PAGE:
In that article, I focused on Dividend Champions. In this article, I focus on Dividend Contenders. But first, in David's words:
"Champions mean companies that have paid higher dividends for at least 25 straight years; Contenders have streaks of 10-24 years; Challengers have streaks of 5-9 years. 'CCC' refers to the universe of Champions, Contenders, and Challengers."
So, I'm specifically looking at businesses with dividend streaks of 10-24 years. And, as a reminder, you can apply this exact process to Dividend Champions and Dividend Challengers.
Choosing the Data
I'm using these 9 columns of data from David Fish's spreadsheet and the 10th column ("S") is an equal-weighted sum of the data. I'm assuming that no column is more important than any other column.
I'm also providing the shorthand for the column labels. For example, "C" is for Chowder, "T" is for Tweed, and so on. This will make cross referencing easier for you.
- Chowder ("C")
- Tweed ("T")
- Div Yield ("Y")
- EPS % Payout ("E%")
- Past 5 Years Div Growth ("G")
- A/D Ratio ("AD")
- Payback Years ("PB")
- Price Above Low ("L")
- Confidence Factor ("C")
- Summarized Data ("S")
Below you'll see the results but please be sure to keep reading. I'm going to provide some additional color on the results and also point out some of the limitations in the data that impact the results.
Let's take a look:
Limitations and Caveats
If you want to cut to the chase, simply look at the "S" column on the far right. That's the rank ordered summarized data. The higher the number the stronger the company based on all the factors outlined above.
If you're a data geek or you want to better understand the process keep reading. Otherwise, skip to the next section right now.
Please remember that all columns are equally weighted. That is, no column is more important or special. Every column contributes 1/9th the "juice" for the summarization in the 10th column. I'm keeping it simple although you could easily create a weighted average.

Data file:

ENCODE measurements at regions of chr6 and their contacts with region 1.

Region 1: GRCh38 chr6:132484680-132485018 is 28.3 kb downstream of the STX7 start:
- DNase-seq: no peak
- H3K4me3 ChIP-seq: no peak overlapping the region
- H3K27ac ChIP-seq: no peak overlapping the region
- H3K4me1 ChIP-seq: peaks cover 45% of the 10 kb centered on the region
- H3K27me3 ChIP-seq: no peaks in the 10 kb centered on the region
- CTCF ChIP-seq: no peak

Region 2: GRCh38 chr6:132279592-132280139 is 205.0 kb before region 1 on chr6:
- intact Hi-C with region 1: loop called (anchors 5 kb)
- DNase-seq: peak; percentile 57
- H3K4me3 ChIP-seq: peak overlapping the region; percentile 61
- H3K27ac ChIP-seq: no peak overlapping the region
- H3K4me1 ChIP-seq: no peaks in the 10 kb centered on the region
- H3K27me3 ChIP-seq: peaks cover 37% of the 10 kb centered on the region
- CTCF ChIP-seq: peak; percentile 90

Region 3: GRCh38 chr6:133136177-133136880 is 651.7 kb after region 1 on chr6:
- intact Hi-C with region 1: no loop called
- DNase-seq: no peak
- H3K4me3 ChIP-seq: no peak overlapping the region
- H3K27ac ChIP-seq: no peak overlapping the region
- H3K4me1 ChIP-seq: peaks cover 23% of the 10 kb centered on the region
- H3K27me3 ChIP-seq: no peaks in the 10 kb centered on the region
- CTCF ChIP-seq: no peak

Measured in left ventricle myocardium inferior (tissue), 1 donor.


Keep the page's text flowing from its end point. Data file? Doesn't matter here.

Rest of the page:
I also need to point out that the summarized data (i.e., data in the "S" column) is higher than that data you'll see in the Super Dividend Champions (October 2013) article. The reason is that there are 105 Dividend Champions but there are 210 Dividend Contenders per David Fish's spreadsheet.
And lastly, some data is unavailable or not applicable for a variety of reasons. For example, there are several companies with "N/A" data for the A/D Ratio. In David's words:
A/D = Acceleration/Deceleration (5-year average increase divided by 10-year average increase)
In cases where data isn't available or "N/A" I used "1" for the column data. I admit that this penalizes those businesses but the alternative is exclusion of that entire column of data. I could get fancy pants with this by using some sort of average but that is a level of complexity that I don't want. It also seemed that these companies already had other relative weakness, so again, I'm not overly concerned.
True Value of This Process
As I mentioned in my previous article:
- We're not looking for cigar butts.
- We're not reaching for yield.
- We're not trying to time the market.
- We're not trying to find the "best" company.
- We're not even trying to find the absolute best deal.
Instead, we're trying to narrow our focus down to the best of the best companies that have paid and grown dividends for 10 to 24 years; Dividend Contenders. We're trying to compare them to each other. We're trying to figure out who deserves attention and who does not.
In short, this is a simple way to rationally sort Dividend Contenders at the start of October 2013.
Do not be deceived by high rankings alone. Although this process is rational, the output you see above is not the end game. To be blunt about it, these Super Dividend Contenders are undervalued, fairly valued, or overvalued. You've got to look under the covers.
If you're trying to narrow your focus even more, Chuck Carnevale's F.A.S.T. Graphs can help you dig deeper. What do you think about Williams Companies (WMB), CVS Caremark (CVS) and Deere & Company (DE)?
Although we're starting from a baseline of strength you still have to consider price and value. It's just the start of your own due diligence. Nothing can replace that.